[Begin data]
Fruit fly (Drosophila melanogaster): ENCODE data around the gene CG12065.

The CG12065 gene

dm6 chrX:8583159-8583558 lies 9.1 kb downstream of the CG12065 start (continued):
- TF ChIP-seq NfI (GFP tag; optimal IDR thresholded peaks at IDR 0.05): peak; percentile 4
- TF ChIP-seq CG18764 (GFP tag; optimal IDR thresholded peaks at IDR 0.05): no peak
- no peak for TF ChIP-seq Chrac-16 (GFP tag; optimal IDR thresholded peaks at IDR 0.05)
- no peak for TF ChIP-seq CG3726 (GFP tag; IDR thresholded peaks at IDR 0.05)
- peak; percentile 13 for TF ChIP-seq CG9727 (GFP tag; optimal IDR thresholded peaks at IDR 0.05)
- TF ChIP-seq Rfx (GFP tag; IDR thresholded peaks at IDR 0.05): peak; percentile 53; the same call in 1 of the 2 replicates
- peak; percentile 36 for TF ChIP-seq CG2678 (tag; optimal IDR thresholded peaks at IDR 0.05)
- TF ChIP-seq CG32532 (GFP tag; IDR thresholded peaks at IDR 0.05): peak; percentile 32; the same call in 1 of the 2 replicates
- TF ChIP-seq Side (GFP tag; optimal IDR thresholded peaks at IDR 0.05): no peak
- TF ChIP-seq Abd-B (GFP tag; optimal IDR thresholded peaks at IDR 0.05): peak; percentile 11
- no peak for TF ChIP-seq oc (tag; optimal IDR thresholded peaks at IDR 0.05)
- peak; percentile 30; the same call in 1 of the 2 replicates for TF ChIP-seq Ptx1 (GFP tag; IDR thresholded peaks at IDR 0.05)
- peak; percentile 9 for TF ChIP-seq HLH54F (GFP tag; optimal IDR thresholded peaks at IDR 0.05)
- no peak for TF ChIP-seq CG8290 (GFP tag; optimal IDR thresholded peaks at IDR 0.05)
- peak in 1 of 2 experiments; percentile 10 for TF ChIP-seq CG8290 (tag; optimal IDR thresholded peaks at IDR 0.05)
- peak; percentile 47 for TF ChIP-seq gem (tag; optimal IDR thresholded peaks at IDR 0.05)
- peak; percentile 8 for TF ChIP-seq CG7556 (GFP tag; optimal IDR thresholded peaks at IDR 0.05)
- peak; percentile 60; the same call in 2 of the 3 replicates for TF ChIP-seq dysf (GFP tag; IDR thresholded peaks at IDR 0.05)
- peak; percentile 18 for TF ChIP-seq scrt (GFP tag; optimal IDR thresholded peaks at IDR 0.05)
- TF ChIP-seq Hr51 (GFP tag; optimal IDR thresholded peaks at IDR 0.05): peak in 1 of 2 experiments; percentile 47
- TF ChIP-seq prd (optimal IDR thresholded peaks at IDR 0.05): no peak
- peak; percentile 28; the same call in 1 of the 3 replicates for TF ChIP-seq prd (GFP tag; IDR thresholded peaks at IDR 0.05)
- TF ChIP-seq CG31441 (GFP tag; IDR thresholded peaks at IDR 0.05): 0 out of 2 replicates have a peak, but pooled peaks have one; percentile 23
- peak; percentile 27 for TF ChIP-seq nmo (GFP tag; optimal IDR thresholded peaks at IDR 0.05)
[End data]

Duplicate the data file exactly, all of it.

Fruit fly (Drosophila melanogaster): ENCODE data around the gene CG12065.

The CG12065 gene

dm6 chrX:8583159-8583558 lies 9.1 kb downstream of the CG12065 start (continued):
- TF ChIP-seq NfI (GFP tag; optimal IDR thresholded peaks at IDR 0.05): peak; percentile 4
- TF ChIP-seq CG18764 (GFP tag; optimal IDR thresholded peaks at IDR 0.05): no peak
- no peak for TF ChIP-seq Chrac-16 (GFP tag; optimal IDR thresholded peaks at IDR 0.05)
- no peak for TF ChIP-seq CG3726 (GFP tag; IDR thresholded peaks at IDR 0.05)
- peak; percentile 13 for TF ChIP-seq CG9727 (GFP tag; optimal IDR thresholded peaks at IDR 0.05)
- TF ChIP-seq Rfx (GFP tag; IDR thresholded peaks at IDR 0.05): peak; percentile 53; the same call in 1 of the 2 replicates
- peak; percentile 36 for TF ChIP-seq CG2678 (tag; optimal IDR thresholded peaks at IDR 0.05)
- TF ChIP-seq CG32532 (GFP tag; IDR thresholded peaks at IDR 0.05): peak; percentile 32; the same call in 1 of the 2 replicates
- TF ChIP-seq Side (GFP tag; optimal IDR thresholded peaks at IDR 0.05): no peak
- TF ChIP-seq Abd-B (GFP tag; optimal IDR thresholded peaks at IDR 0.05): peak; percentile 11
- no peak for TF ChIP-seq oc (tag; optimal IDR thresholded peaks at IDR 0.05)
- peak; percentile 30; the same call in 1 of the 2 replicates for TF ChIP-seq Ptx1 (GFP tag; IDR thresholded peaks at IDR 0.05)
- peak; percentile 9 for TF ChIP-seq HLH54F (GFP tag; optimal IDR thresholded peaks at IDR 0.05)
- no peak for TF ChIP-seq CG8290 (GFP tag; optimal IDR thresholded peaks at IDR 0.05)
- peak in 1 of 2 experiments; percentile 10 for TF ChIP-seq CG8290 (tag; optimal IDR thresholded peaks at IDR 0.05)
- peak; percentile 47 for TF ChIP-seq gem (tag; optimal IDR thresholded peaks at IDR 0.05)
- peak; percentile 8 for TF ChIP-seq CG7556 (GFP tag; optimal IDR thresholded peaks at IDR 0.05)
- peak; percentile 60; the same call in 2 of the 3 replicates for TF ChIP-seq dysf (GFP tag; IDR thresholded peaks at IDR 0.05)
- peak; percentile 18 for TF ChIP-seq scrt (GFP tag; optimal IDR thresholded peaks at IDR 0.05)
- TF ChIP-seq Hr51 (GFP tag; optimal IDR thresholded peaks at IDR 0.05): peak in 1 of 2 experiments; percentile 47
- TF ChIP-seq prd (optimal IDR thresholded peaks at IDR 0.05): no peak
- peak; percentile 28; the same call in 1 of the 3 replicates for TF ChIP-seq prd (GFP tag; IDR thresholded peaks at IDR 0.05)
- TF ChIP-seq CG31441 (GFP tag; IDR thresholded peaks at IDR 0.05): 0 out of 2 replicates have a peak, but pooled peaks have one; percentile 23
- peak; percentile 27 for TF ChIP-seq nmo (GFP tag; optimal IDR thresholded peaks at IDR 0.05)